Onboarding is your new employee’s vital first experience – and critical to getting employee engagement off on the right foot – and Jon Williams explains that there are three critical elements of an exceptional onboarding experience.
“You never get a second chance to make a first impression – Will Rogers”
We think of the drivers of an organisation through these five frames – purpose; strategy; culture and capability; alignment and, finally, execution. People tend to get most exercised about the first four of these, each of which answer fundamental questions of competitive advantage:
Purpose: what do you stand for? What are you here to do?
Strategy: is yours differentiated, fluid, reflective of your unique attributes?
Culture: what are the enduring beliefs that make you who you are?
Alignment: is every single employee aligned around the many small decisions, not just the few big ones
But all of this – your purpose, your culture, your strategy – only come to life through the actual experience that people have of working in your organisation. From their day to day interactions and experience your people infer the rest – to answer for themselves the questions of whether your purpose is really what you stand for, if the culture is how it was sold, if people believe in the strategy? This is the fifth frame, execution, and the first experience your people have of it is likely to be the onboarding process.
Onboarding is your new employee’s vital first experience. Sadly, turnover in the first year of employment in many organisations continues to be higher than in subsequent years, and most organisations see engagement decline for individuals during their first year – because the reality does not match the promise. Which tells us that onboarding is not being done well.
While there are many software products currently in or entering the market that claim to “fix” your onboarding experience, this is only a small part of the answer. There is a role to be played by a seamless execution of the mechanical aspects of joining a new employer – laptop ready, log-ins clear, compliance training ready to go … but unless your purpose is to deliver a seamless technical process there is more human work to be done.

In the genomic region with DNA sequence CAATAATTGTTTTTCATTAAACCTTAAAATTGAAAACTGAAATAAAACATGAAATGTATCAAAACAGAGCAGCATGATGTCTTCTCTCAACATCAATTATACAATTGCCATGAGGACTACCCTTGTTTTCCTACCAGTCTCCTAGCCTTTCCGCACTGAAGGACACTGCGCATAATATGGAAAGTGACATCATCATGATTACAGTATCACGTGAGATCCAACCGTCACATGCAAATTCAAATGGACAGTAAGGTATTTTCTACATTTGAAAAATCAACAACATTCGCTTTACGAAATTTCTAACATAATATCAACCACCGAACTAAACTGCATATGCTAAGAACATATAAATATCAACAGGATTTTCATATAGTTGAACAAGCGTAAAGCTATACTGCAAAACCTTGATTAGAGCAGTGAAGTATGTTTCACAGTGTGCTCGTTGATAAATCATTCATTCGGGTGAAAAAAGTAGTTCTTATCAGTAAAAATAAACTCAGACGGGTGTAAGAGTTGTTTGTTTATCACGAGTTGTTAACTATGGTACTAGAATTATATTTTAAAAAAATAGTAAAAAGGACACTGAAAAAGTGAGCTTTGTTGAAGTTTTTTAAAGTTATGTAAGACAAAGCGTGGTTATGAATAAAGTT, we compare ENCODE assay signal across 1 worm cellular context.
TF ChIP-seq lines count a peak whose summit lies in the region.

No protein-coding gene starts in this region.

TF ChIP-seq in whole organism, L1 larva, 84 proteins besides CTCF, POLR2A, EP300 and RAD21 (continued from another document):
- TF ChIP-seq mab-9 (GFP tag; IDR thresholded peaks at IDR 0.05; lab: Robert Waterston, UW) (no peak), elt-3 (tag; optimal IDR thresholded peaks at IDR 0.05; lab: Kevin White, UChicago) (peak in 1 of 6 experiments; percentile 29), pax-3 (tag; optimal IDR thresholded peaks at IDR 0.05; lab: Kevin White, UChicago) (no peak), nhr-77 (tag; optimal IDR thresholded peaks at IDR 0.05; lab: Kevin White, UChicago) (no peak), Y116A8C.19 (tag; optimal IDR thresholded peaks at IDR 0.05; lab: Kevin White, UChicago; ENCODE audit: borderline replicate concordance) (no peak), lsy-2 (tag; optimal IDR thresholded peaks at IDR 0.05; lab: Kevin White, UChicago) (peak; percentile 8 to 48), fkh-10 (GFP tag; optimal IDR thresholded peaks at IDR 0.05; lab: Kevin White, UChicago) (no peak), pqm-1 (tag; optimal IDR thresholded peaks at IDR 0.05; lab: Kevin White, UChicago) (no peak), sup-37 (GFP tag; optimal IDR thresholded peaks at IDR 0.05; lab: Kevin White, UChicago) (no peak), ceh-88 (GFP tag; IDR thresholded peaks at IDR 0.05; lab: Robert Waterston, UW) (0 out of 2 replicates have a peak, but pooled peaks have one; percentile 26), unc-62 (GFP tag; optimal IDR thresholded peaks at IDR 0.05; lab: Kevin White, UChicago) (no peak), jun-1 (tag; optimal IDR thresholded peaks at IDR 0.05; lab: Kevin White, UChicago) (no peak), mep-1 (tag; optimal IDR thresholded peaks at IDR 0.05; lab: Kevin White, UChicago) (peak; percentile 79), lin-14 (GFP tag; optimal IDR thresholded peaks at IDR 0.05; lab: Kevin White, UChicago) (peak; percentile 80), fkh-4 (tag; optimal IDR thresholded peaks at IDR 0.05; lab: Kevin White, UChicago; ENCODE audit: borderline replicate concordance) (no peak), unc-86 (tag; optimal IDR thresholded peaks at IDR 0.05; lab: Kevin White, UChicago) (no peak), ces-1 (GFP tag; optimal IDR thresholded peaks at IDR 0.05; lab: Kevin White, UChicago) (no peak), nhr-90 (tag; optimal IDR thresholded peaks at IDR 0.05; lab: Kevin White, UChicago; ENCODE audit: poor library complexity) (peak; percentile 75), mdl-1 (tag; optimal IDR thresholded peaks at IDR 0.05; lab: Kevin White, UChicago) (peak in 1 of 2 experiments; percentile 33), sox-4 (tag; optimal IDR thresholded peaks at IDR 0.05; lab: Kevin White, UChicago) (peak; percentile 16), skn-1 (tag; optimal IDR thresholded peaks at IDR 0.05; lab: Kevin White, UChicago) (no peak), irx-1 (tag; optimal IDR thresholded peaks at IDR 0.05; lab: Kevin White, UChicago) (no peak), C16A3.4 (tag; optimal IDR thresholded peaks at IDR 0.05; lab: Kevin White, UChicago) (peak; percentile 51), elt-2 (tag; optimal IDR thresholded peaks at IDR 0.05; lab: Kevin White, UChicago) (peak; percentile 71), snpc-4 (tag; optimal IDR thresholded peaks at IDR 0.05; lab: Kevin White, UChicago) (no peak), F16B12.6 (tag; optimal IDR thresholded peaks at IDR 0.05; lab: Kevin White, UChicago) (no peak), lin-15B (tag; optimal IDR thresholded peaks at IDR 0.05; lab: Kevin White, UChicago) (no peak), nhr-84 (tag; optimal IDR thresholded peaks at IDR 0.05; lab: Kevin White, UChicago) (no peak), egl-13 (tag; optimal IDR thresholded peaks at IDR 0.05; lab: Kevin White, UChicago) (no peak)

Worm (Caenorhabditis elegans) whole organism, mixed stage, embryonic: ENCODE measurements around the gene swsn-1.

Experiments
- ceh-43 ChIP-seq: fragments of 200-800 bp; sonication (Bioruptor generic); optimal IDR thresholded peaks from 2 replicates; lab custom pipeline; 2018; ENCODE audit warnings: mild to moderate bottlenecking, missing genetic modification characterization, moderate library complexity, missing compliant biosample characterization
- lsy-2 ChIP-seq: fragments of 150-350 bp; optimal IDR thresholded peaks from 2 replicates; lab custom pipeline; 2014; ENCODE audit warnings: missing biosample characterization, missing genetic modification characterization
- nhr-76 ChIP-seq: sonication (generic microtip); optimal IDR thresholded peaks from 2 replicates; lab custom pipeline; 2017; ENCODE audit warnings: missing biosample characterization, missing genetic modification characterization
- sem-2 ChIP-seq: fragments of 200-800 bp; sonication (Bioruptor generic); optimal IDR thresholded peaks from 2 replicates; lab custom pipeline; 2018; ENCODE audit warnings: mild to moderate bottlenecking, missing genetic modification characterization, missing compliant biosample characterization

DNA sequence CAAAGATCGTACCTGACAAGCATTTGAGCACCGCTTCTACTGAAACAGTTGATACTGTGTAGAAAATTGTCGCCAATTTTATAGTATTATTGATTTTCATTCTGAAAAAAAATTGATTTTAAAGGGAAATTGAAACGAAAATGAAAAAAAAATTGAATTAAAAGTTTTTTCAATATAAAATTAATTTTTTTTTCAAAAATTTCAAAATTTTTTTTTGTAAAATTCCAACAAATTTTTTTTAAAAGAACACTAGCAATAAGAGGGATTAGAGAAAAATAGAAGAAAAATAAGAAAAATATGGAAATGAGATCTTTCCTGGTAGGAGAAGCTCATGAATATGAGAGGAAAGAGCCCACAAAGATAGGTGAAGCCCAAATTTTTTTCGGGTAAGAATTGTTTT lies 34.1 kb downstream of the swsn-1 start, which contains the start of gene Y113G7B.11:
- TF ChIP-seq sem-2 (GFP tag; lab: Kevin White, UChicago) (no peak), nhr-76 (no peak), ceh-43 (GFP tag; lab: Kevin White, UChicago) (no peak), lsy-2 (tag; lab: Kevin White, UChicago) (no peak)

“Give your people a buddy and time to reflect on the personal match between what they value and what the organisation does”
So, what are the basics of an exceptional onboarding experience?
1. Be clear on what you stand for, and what you want a new employee’s experience to be. If it is true that your culture is not what you claim on your website, but what you truly believe: then make sure you design an onboarding experience that provides a lived experience of those beliefs. For example, if innovation and creativity are core organisational beliefs – ensure your onboarding processes are not cumbersome, traditional or overly bureaucratic. Give someone the task of examining every key onboarding interaction and asking “what does this experience say about us”?
The onboarding experience shouldn’t be thought of as one-way either. Just as new employees need to understand what drives the organisation, the organisation needs to create space for the new employee to explore their own beliefs and how they match the new workplace. Give your people a buddy and time to reflect on the personal match between what they value and what the organisation does.